Qwidget Presentation


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A summary of a presentation I gave to the Center for Policy on Emerging Technology.

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Qwidget Presentation

  1. 1. A case study in global conversations March 26, 2009 Michael DiBenedetto mike@qwidget.com
  2. 2. In 2006, we began producing a documentary about three Iraqi university students.
  3. 3. The footage became a web series called Hometown Baghdad. It debuted on Salon.com on March 19th, 2007.
  4. 4. It was an instant hit.
  5. 5. Viewers from Iraq and the rest of the world bonded in our blog’s comments.
  6. 6. One fan even traveled to Jordan to meet one of the documentary’s Iraqi subjects.
  7. 7. The sad reality was that only 0.53% of our video views resulted in a viewer leaving a comment and thus joining the international dialogues hosted on our site.
  8. 8. It was as if we gathered millions of people interested in Iraq, put them in a theater…
  9. 9. …and turned out the lights so they wouldn’t interact. A big missed opportunity.
  10. 10. We realized that every media property with an international audience presents an opportunity for its fans to connect in global dialogues that can open eyes and open minds…and increase engagement, traffic and site revenue.
  11. 11. 0.12%  33% However, nearly all publishers on the web miss this opportunity by using engagement features like comments that fail to attract more than a fraction of their audience. Some studies suggest that .12% of web users submit 1/3 of all comments.
  12. 12. As a result, there are a number of products that aim to encourage more conversations around web content by improving commenting features.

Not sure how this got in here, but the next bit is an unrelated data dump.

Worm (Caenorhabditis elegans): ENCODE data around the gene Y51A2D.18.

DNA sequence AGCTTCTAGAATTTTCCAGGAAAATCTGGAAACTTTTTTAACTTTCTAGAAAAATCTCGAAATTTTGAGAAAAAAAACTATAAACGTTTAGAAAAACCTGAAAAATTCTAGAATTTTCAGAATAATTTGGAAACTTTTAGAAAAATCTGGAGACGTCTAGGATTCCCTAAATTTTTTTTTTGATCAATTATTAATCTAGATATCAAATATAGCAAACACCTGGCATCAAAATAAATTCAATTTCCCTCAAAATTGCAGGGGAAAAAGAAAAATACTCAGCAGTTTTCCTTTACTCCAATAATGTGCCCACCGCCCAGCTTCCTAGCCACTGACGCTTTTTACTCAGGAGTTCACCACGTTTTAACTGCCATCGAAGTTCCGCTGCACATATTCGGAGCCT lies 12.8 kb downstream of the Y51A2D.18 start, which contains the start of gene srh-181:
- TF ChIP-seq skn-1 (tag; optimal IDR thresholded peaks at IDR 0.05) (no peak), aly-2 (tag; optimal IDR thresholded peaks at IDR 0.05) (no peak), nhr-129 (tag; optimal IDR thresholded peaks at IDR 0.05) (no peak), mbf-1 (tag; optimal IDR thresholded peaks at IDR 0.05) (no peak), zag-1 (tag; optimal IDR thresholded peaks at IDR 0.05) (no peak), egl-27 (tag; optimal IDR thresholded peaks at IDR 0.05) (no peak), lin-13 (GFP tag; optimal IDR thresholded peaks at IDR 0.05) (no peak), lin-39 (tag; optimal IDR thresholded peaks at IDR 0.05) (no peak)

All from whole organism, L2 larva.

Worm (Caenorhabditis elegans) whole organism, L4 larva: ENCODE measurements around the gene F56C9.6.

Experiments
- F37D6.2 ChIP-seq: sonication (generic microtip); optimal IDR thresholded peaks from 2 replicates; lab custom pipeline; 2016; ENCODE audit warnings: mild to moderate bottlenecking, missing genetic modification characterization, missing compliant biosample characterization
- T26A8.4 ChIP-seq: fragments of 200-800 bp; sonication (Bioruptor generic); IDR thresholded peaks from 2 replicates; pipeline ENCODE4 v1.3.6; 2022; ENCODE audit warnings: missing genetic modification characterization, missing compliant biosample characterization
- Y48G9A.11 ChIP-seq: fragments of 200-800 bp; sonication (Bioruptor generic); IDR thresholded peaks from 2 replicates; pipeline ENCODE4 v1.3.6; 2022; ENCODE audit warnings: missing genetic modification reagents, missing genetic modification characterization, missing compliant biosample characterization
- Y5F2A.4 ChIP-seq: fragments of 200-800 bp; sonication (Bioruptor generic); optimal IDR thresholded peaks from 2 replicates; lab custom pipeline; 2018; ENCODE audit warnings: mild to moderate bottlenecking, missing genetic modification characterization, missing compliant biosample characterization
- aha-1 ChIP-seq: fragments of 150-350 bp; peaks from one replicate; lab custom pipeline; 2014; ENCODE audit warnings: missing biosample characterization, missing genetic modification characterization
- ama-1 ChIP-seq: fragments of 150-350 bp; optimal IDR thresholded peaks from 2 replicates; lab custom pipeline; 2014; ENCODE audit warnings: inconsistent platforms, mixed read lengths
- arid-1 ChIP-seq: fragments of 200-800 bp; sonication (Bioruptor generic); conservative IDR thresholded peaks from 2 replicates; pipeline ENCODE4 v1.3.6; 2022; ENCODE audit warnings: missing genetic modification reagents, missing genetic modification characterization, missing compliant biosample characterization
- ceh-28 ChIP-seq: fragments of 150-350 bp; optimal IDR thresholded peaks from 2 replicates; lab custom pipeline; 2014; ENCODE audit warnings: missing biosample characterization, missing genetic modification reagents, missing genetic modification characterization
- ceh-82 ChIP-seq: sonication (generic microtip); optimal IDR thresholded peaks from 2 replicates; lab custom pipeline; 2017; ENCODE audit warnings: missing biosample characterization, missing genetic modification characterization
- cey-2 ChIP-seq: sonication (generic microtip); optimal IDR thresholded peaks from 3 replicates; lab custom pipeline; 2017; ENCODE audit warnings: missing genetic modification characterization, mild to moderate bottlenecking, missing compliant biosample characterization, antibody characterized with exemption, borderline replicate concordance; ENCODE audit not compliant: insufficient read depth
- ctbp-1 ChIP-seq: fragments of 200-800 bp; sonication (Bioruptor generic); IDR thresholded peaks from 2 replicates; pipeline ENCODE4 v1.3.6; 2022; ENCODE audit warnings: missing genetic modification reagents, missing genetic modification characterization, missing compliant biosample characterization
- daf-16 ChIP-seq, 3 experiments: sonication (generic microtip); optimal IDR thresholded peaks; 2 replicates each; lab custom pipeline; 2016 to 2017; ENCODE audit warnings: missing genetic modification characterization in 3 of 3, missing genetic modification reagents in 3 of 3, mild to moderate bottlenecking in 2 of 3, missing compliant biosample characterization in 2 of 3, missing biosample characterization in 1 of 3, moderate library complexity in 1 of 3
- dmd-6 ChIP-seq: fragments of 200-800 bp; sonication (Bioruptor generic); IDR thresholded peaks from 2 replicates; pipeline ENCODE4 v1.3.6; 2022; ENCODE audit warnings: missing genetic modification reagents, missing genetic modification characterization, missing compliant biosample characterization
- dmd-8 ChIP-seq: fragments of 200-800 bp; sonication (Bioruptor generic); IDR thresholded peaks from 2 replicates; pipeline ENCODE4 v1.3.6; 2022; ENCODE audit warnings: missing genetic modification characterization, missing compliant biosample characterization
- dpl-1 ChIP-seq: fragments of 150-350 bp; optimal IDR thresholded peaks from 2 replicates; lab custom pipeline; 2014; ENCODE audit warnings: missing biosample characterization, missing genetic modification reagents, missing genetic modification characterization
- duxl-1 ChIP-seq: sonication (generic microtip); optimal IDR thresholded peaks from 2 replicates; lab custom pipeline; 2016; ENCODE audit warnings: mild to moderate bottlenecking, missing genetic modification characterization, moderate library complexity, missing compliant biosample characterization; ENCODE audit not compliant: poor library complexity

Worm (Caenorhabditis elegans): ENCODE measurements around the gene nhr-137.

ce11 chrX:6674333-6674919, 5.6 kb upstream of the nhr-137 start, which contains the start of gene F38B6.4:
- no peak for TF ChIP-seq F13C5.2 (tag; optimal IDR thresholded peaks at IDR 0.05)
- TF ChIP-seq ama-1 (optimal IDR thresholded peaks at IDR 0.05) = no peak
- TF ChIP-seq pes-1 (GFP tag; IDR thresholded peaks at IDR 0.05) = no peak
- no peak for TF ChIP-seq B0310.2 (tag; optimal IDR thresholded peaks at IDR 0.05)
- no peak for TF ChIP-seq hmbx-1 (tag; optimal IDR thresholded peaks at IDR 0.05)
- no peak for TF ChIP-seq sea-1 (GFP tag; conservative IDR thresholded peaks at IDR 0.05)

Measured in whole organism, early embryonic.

13. 13. However, most web users still avoid comment sections. Are we all anti-social? Or is there another reason?
  14. 14. Commenting is Chaotic • Overlapping conversations create visual clutter and meaningless chatter. • There is no easy, quick entry point for a user to engage without thinking deeply about it. • Comment sections are dominated by a few voices that drown out others.
  15. 15. % of Page Views Resulting in Poll Answers and Comments 40% 36.99% 35.96% 30% 20% Polls Comments 10.17% 10% 0.76% 0.38% 0.05% 0% Gizmodo Jezebel Gawker While commenting remains rare, users are likely to answer a poll.
  16. 16. This makes intuitive sense. Most people don’t approach strangers and barge in on conversations. But we feel comfortable chatting when someone asks us a simple question.
  17. 17. To serve our needs and those of all other web sites, we created the Qwidget. A tool that lets publishers prompt users to engage by asking a simple opinion question.
  18. 18. When an answer is clicked, the Qwidget expands, prompting users to explain their opinion in 200 characters. They can also quickly send private replies to each other’s answers.
  19. 19. Different websites can ask the same questions, which enables their different audiences to interact with each other, creating the possibility of cross-site, web wide dialogue.
  20. 20. March 26, 2009 Michael DiBenedetto mike@qwidget.com The Qwidget is the first tool taking this approach to connect global audiences based on the content they consume online.